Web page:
In another situation I had a reluctant merger partner who just couldn’t (wouldn’t?) accept the reality on the ground.  Although I told him I thought it was a serious mistake to do so, my advice to him was unless or until he could more fully embrace the merger in total, he should walk away.  Otherwise I was quite certain he would not be happy with the results of the merger.  That was my heartfelt advice to him… it was not in my best interests but it was the truth as I saw it.  Would the incentive have been the same were I hoping for a “success” fee?

 

Some of this “success” fee confusion comes from mixing things which are fundamentally different.  A success fee in a brokerage transaction – selling or acquisition – makes perfect sense.  If I can help sell your business for $40M versus $30M, that’s a good thing and an incentive to do so makes perfect sense.  But a joint venture’s value is what it is… my efforts won’t change this.  Sure my re-organizational wizardry will help you design an organization which maximizes both sales and profits, but this has noting to do with the concept of a merger or joint venture.  In a joint venture one is simply analyzing if the various parties can actually come to some agreement and if so, helping to structure ownership, the operational organization and the corporate design of this new entity.  A success fee in this makes no sense… unless you want “your” service provider to only care about getting a deal done at any cost…and remember, the cost is solely yours.

 

Remember, compensation drives behavior.  If your sales force is a generalized one, i.e. a single sales rep calls on off-premise and on-premise, do you pay a different (and higher) commission rate for on-premise volume?  You should.  Otherwise what is your compensation system telling your employees?  Whether you know it or not it is telling them to place much less emphasis on the on-premise business.  Think of it from a sales rep’s perspective… if I have an extra 15 minutes in my day, what should I do with it?  I can go to a local on-premise establishment and perhaps make a placement and sell a few cases.  Or I can go to my local chain grocery and perhaps sell a hundred.  Even if I just pull-up the store I can probably make more money than by stopping at the on-premise account.  But we all know this is short-term thinking… those on-premise cases build brands which sooner or later flows over to larger off-premise sales.  To hope your sales reps take this long-term view is generally wishful thinking… this isn’t a knock on them, it’s just human nature AND the incentive your compensation system is giving them… let me repeat, your compensation system is quite directly telling them to do this.  Therefore adjust your compensation system so the on-premise business remains an important part of a sales rep’s mindset. 

 

To effectively address these significant differences both in product mix and account types for many sales reps, some wholesalers have eliminated the variable commission component of the company’s sales compensation plan in lieu of providing more performance based incentives.  A revised base plus incentive structure could ensure proper alignment of activities. Individual incentives would then be tailored to integrate unique individual goals for each sales person as part of overall company goals for sales and distribution. Again a WIN/WIN when properly designed and thought out.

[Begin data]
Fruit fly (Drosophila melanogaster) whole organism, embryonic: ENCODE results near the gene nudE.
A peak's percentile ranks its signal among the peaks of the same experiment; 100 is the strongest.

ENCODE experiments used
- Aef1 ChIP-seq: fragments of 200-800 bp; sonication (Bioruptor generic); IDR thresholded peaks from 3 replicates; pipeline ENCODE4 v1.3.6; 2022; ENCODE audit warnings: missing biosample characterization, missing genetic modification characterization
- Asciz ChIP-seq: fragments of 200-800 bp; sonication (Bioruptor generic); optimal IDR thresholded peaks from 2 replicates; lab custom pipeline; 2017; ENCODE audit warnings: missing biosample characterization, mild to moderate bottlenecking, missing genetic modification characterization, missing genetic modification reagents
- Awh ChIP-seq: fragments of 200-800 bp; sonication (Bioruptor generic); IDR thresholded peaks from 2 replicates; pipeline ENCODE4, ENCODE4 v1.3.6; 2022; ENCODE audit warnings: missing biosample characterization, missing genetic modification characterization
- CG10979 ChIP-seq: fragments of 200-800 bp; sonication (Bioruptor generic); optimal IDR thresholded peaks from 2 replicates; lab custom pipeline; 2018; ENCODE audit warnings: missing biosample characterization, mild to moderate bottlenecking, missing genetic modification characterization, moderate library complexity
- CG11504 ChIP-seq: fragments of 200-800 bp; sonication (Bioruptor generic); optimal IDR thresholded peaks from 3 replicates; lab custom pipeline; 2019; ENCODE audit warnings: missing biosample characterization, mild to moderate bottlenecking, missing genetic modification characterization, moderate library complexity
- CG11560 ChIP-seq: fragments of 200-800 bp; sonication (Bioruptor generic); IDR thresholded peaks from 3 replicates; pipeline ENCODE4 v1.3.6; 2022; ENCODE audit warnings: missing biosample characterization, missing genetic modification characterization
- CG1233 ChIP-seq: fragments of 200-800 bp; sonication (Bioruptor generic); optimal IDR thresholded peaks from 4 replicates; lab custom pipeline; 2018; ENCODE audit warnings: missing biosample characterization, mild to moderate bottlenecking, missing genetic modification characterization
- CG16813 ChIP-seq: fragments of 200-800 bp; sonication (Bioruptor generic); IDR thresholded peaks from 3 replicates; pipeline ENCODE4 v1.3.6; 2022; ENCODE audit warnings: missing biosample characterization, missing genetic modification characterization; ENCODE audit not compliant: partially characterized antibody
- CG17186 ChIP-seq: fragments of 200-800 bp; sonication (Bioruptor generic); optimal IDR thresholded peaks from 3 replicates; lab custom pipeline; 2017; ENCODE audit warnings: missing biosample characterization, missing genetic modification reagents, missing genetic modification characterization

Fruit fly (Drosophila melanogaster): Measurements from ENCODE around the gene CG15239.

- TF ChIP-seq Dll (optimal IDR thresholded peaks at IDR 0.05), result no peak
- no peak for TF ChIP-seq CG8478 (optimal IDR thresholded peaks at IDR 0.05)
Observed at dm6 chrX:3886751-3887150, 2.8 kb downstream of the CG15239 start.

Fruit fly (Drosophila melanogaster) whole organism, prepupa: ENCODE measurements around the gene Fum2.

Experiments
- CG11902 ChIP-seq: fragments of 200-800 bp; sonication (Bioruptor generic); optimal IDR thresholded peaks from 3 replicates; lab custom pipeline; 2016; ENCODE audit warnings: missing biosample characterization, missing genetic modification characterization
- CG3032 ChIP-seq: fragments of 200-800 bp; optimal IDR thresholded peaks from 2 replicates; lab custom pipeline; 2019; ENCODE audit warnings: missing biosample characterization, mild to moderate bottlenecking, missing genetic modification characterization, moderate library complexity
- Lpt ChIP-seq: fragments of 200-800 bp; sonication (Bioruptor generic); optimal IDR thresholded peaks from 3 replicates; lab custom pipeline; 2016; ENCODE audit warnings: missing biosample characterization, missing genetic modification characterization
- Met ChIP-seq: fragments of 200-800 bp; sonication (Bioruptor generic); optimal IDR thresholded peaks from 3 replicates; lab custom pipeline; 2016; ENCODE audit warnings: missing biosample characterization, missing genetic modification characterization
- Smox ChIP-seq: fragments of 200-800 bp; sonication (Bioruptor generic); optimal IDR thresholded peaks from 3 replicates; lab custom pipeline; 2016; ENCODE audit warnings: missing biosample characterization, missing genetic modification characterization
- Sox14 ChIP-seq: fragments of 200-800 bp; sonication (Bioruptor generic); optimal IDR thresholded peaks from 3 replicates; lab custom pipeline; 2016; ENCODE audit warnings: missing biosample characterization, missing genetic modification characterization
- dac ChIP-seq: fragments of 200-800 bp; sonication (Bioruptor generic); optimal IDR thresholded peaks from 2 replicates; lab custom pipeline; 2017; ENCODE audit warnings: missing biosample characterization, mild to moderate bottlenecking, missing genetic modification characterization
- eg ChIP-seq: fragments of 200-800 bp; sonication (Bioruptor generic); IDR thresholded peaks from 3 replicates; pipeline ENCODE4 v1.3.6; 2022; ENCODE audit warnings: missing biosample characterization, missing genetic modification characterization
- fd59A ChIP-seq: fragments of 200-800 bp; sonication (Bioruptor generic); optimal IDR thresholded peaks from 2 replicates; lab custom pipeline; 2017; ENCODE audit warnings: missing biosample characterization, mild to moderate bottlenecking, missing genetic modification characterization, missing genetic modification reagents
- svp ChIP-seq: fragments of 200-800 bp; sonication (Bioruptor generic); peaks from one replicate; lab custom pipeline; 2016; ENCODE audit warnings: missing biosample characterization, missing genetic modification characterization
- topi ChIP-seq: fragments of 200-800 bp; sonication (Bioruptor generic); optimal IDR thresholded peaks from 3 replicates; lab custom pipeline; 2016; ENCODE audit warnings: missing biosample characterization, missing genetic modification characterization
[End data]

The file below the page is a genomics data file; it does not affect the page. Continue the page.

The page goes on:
Some distributors have retained a driver-sell mentality in their compensation systems.  In a driver-sell world, generally cases and effort went hand in hand… with compensation following.  But in a pre-sell world this is not the situation.  With bulk/dock deliveries, often the driver who delivers the most cases actually has the easiest work-load… yet if you retain a driver-sell mentality, these routes will make the most money.  Let’s see… easiest work load and the most money… compensation drives behavior… and what behavior does this drive?  Everyone and his dog wanting to get on these easiest routes… and whining about working harder… demoralizing… damaging team building… a lose-lose across the board.  In a physical job like a delivery driver, compensation should match both the skill required and the physical effort the job requires… it could be that the lowest volume route is the highest paid.  There is more to it than simply volume.

 

Whether in sales or delivery or even management, compensation should match the skill-level and effort the job requires… adjusted of course for the availability of these talents in your local marketplace.  Taking orders is not the same as selling… why pay them the same?… especially when compensation drives behavior.  Make certain it drives them, whether they are employees or service providers, in the right direction.

 

TrackBack

TrackBack URL for this entry:
http://www.typepad.com/services/trackback/6a00d8341c061453ef0128777d6b45970c

Listed below are links to weblogs that reference Compensation Drives Behavior:

Comments

Verify your Comment

Previewing your Comment

This is only a preview. Your comment has not yet been posted.

Working...
Your comment could not be posted. Error type:
Your comment has been saved. Comments are moderated and will not appear until approved by the author. Post another comment

The letters and numbers you entered did not match the image. Please try again.

As a final step before posting your comment, enter the letters and numbers you see in the image below. This prevents automated programs from posting comments.

Having trouble reading this image? View an alternate.

Working...

Post a comment

Comments are moderated, and will not appear until the author has approved them.